In terms of the pitching, I have a couple of things to say: 1. They added a humidor! 2. They did it! They did it! They actually added a humidor!

As much as the humidor will hurt the offence, it well help the pitching in an even bigger way. This team already has a phenomenal rotation, and that was with a home park that was very hitter friendly. Zack Greinke proved last season that he can still be a top pitching talent. Greinke went 17-7 with a 3.20 ERA, and 215 strikeouts in 202 1/3 innings to go along with a 70 ERA-. It was a much needed bounce back season after Greinke posted a 13-7 record with a 4.37 ERA and 134 strikeouts in 158 2/3 innings in his first season as a Diamondback, after signing a 6 year, $206.5 million contract in December of 2015. Greinke isn’t going to be the team’s Opening Day starter due to the fact that he’s been dealing with an injury for the past few weeks. Luckily for him and the Diamondbacks, it looks like he’s just about past the injury, and may be able to pitch in either the third or fourth game of the season. Right after Greinke in the rotation is Robbie Ray who finished seventh in Cy Young voting last season. Ray posted a 15-5 record, a cool 2.89 ERA with a phenomenal 218 strikeouts in 162 innings and an ERA- of 63. Ray had the type of season that you would expect from your Ace, and yet, he’s currently slated as the team’s number two pitcher. Greinke and Ray make quite the 1-2 combo, and with the addition of the humidor, they may both find themselves in contention for the Cy Young this year. Patrick Corbin is going to be the team’s Opening Day starter, which seems fitting since he’s the longest tenured Diamondback among the starting rotation. 2017 was quite the bounce back year for Corbin. In 2016, he had an abysmal 5-13 record, 5.15 ERA and 131 strikeouts in 155 2/3 innings. This past season, he had a 14-13 record, a 4.03 ERA and 178 strikeouts in 189 2/3 innings. To go along with those numbers, he had an 88 ERA- this past year, as opposed to a 117 ERA- in 2016. Hopefully being the Opening Day starter will give Corbin the confidence to have a very good season as the team’s third starter. Taijuan Walker’s first season in Arizona couldn’t have gone better. His record was only 9-9, but he put up a 3.49 ERA and an ERA- of 76. This will be Walker’s age 26 season, so he should be entering the prime of his career, which is great news for this Diamondbacks team. The last member of this rotation is Zack Godley, who also had a career year. Godley went 8-9 with an ERA of 3.37, 165 strikeouts in 155 innings and an ERA- of 74. If you’re getting that level of production from your 4th/5th starter, that is something that any team would dream of. From top to bottom, this rotation has a chance to be the league’s best. Now that they have the humidor, making Chase Field less friendly for hitters, there’s no reason to think that this team can’t finish near the top of most pitching categories this seasons. The only name I care about in the bullpen is Archie Bradley. In 73 innings pitched last season, Bradley had an ERA of 1.73 with 79 strikeouts. It was announced that Brad Boxberger will be the team’s closer to begin the year, which makes sense because of how valuable Bradley is in the 7th and 8th innings. Bradley is the best talent in this bullpen, and he’s going to put up monster numbers once again.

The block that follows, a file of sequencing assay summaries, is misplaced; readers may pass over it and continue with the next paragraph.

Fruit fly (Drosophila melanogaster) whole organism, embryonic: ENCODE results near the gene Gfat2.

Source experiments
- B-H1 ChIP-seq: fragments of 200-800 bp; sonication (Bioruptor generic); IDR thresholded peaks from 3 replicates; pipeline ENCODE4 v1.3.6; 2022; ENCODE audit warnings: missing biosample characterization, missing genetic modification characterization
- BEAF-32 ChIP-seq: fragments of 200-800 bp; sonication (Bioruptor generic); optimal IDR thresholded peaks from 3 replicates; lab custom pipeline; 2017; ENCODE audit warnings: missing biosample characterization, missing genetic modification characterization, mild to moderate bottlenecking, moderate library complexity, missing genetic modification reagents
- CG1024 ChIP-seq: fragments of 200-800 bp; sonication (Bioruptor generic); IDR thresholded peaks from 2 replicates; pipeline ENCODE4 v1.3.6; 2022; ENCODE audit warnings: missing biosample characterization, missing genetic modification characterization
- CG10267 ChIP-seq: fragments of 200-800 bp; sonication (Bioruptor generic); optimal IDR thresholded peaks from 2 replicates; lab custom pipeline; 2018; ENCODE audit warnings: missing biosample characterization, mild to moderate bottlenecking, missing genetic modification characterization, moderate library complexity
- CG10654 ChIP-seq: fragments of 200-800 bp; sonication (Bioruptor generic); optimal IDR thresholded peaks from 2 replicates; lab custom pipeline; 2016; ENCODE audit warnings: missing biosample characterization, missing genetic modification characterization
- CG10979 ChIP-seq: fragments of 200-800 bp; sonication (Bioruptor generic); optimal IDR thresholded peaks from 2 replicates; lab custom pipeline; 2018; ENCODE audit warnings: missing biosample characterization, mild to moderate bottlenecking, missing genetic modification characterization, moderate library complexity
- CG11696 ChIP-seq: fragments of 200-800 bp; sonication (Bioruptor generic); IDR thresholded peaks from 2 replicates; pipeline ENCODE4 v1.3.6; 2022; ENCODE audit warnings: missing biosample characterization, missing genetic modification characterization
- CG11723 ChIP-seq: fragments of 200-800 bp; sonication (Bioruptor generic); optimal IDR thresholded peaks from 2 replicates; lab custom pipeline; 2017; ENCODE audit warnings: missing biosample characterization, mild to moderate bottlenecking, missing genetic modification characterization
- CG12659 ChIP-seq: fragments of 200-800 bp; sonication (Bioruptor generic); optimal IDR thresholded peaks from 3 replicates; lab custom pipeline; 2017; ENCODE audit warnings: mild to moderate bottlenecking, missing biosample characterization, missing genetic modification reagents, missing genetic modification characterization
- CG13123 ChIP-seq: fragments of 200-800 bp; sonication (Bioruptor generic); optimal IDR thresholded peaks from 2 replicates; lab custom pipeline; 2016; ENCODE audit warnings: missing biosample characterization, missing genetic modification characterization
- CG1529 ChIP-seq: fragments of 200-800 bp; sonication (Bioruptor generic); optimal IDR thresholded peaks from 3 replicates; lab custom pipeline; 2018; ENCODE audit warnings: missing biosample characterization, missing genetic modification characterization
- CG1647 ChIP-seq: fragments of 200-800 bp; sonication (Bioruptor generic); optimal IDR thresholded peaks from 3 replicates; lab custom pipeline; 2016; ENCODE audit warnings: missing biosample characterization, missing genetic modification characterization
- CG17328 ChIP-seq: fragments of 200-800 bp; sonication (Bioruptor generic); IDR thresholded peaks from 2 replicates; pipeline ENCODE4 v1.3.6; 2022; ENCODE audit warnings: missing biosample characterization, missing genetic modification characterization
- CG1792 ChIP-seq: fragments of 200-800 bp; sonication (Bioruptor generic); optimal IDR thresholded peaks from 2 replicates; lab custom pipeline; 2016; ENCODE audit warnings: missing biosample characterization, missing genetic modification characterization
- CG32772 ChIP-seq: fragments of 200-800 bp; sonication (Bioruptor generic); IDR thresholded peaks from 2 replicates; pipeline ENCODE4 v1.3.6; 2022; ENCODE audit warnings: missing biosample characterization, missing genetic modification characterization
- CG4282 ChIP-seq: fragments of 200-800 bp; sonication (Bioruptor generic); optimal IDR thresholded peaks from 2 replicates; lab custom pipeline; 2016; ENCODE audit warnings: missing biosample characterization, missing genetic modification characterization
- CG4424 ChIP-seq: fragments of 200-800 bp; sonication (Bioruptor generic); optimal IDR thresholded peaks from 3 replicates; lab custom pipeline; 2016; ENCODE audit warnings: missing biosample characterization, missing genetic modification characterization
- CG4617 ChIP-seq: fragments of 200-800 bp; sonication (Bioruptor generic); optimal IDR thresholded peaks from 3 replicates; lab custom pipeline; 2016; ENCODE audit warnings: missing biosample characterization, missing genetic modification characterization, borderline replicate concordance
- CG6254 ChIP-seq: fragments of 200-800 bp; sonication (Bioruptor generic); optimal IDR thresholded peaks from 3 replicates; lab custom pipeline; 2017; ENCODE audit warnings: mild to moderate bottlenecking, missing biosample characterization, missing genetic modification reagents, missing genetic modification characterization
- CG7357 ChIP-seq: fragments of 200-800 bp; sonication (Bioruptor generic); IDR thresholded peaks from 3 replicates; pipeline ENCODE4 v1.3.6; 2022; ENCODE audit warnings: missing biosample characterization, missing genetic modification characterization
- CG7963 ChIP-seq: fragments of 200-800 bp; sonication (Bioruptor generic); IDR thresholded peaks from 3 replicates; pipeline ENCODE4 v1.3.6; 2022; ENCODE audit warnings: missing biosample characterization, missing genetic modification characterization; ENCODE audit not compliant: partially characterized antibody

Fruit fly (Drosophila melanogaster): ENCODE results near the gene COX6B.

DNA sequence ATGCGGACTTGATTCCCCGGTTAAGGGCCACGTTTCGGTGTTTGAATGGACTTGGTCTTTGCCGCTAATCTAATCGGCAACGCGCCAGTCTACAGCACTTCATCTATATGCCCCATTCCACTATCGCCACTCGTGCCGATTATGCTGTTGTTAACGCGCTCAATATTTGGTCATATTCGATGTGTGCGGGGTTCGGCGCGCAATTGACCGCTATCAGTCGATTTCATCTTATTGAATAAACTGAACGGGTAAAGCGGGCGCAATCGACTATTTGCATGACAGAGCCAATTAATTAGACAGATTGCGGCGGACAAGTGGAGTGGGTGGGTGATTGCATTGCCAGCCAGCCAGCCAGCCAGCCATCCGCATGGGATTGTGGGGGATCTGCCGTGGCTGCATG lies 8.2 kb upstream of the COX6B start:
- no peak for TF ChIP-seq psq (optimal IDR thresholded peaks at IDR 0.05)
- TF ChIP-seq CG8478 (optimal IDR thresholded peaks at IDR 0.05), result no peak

The addition of the humidor may affect this team’s offence in a negative way, but more than anything, it should allow this starting rotation to be even better in their home games, which will allow them to compete for a postseason spot for the second year in a row.

Player to watch: A.J. Pollock

If he can stay healthy, he will prove to be an important member of this offence once again. This team has plenty of power in Goldschmidt, Lamb and Souza Jr. But they need players to get on base ahead of them, while stealing a few bags in the process. As great of a player as Goldschmidt is, Pollock has the potential to be the most valuable player on this team.

4th Place: San Francisco Giants 2017 record: 64-98, fifth in NL West My 2018 prediction: 79-83 Key acquisitions: Andrew McCutchen (OF), Evan Longoria (3B), Tony Watson (LHP), Austin Jackson (OF) Key departures: Matt Moore (LHP)

The Giants made some big moves in the off-season, but two injuries to their starting rotation will make it difficult for them to compete for a postseason spot. Buster Posey is still one of, if not the, best catchers in the league. It’s been six years since he won the NL MVP, but he still produces great numbers on an annual basis. In the five seasons after winning MVP, Posey has averaged 163 hits, 16 home runs, 81 RBI while slashing .306/.375/.461. He just turned 31 years old and has yet to show any signs of slowing down. He is the heart and soul of this team, and if they do manage to be a contender this year, he’ll be a large part of it. Brandon Belt is still a good first baseman, but is coming off of a lacklustre season. He only played in 104 games, yet he tied his career high in home runs. However, his batting average was down by more than thirty points. If he can stay on the field, he might be able to reach 20 home runs for the first time in his career, but his biggest worry is improving his slash line. 2017 was a down year for Brandon Crawford, compared to his 2016 output. The biggest drop-off was in the amount of triples he hit. In 2016, he had an astounding eleven triples, yet he only hit one this past year. His slash line also dropped by quite a bit. Much like Belt, he’s going to have to have himself a bounce back year, which he is definitely capable of. Evan Longoria is the starting third baseman for the San Francisco Giants. It’s still weird to say that. After spending the first ten seasons of his career in Tampa Bay, Longoria was finally traded to the Giants this off-season. After having a great 2016, Longoria wasn’t able to match that production in 2017. However, in his defence, Longoria was on a terrible Tampa Bay team, and should be able to improve offensively now that there’s actually some talent around him. Hunter Pence was yet another Giant who had a down year. Pence played 28 more games in 2017 than he did in 2016, and yet he scored less runs, hit the same amount of home runs, walked less, and had a much worse slash line. Pence is starting to get up there in age, he turns 35 years old in early April, so it will be interesting to see if he can bounce back, despite his age. Much like Longoria, it’s weird to say that Andrew McCutchen is a Giant. McCutchen played his first nine years in Pittsburgh, and won an MVP in that time, along with three other top-5 finishes. McCutchen had an up-and-down season in 2017. In April and May, McCutchen hit 8 home runs, 24 RBI and slashed .223/.301/.404. In June and July, he hit 14 home runs, 42 RBI and slashed an amazing .367/.470/.678. To end the season, in August and September, he hit 6 home runs, 22 RBI and slashed .255/.320/.395. It’s hard to know which version of McCutchen will show up for the Giants, the team obviously hopes for the June-July version, but that’s a pipedream. Similar to Longoria, McCutchen hasn’t had much talent around him over the past few seasons, but now that he does, he may be able to do some damage.